Genital herpes refer to the sexually transmitted disease (STD) found in both men and women. Most cases of genital herpes are caused by herpes simplex virus (HSV) type 2. However, as people become sexually active at younger ages, infections caused by HSV type 2 have significantly increased.
Signs of genital herpes may be extremely difficult to spot. Some patients report experiencing mild pain and itching that could be mistaken for other skin conditions. Due to the lack of visible symptoms, many infected people are not aware of their disease.
The first outbreak of genital herpes usually comes with flu-like symptoms such as fever and body aches. In the outbreak, blisters will appear in certain parts of the body, leaving sores after they break. There will be repeat outbreaks over the time, though the first one will probably be the most severe. The number of outbreaks tends to decrease after some years, depending on individuals.
You can contract genital herpes if you have unprotected sex with an infected partner, including vaginal, anal and oral sex. Since genital herpes is highly contagious, you can be infected even through skin-to-skin contact, without any open sores.
Because of the sores from genital herpes, your risks of getting other STDs may greatly increase. Herpes also affect infants of infected mothers, resulting in brain damage or death. Proper medicine can help preventing the disease from being transfer to the child. Therefore, if you are pregnant and infected, get medical help as soon as possible.
Genital herpes is diagnosed by examining tissue samples taken from the sores. If there is no sore visible, it may be necessary to internally check for ulcers on the cervix or the urethra. Blood tests are also helpful to detect HSV.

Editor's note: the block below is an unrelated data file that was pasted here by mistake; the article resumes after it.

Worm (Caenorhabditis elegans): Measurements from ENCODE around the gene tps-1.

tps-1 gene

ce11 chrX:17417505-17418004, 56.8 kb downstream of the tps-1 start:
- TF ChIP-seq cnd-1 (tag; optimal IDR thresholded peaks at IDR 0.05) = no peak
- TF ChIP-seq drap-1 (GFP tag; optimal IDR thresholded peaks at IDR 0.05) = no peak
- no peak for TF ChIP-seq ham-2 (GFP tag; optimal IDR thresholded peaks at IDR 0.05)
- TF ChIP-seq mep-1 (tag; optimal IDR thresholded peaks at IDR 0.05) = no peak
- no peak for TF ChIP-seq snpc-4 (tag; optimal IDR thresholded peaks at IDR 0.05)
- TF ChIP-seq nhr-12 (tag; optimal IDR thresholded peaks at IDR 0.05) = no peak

Although there has not been any cure for genital herpes, your doctor can prescribe anti-viral drugs to help the sores heal faster and reduce discomfort, as well as suppress frequent outbreaks.
Being diagnosed with genital herpes can be an extremely devastating experience. It is normal to be afraid. Yet remember that genital herpes cannot ruin your future. It is important to talk to your partner. Do not jump to conclusions too early. Blaming is not going to help either of you. Since genital herpes can sleep in your body for years, it is hard to tell when you contract the disease and who you get it from. Stay informed of your condition to manage outbreaks. If you need help, do not hesitate to join support groups so that you can learn from other people’s experience.
Hello Health Group does not provide medical advice, diagnose or treatment.
Review Date: January 4, 2017 | Last Modified: January 4, 2017
Genital Herpes – CDC Fact Sheet. http://www.cdc.gov/std/herpes/stdfact-herpes.htm. Assessed August 19, 2016.
Genital Herpes. http://www.mayoclinic.org/diseases-conditions/genital-herpes/basics/definition/con-20020893. Assessed August 19, 2016.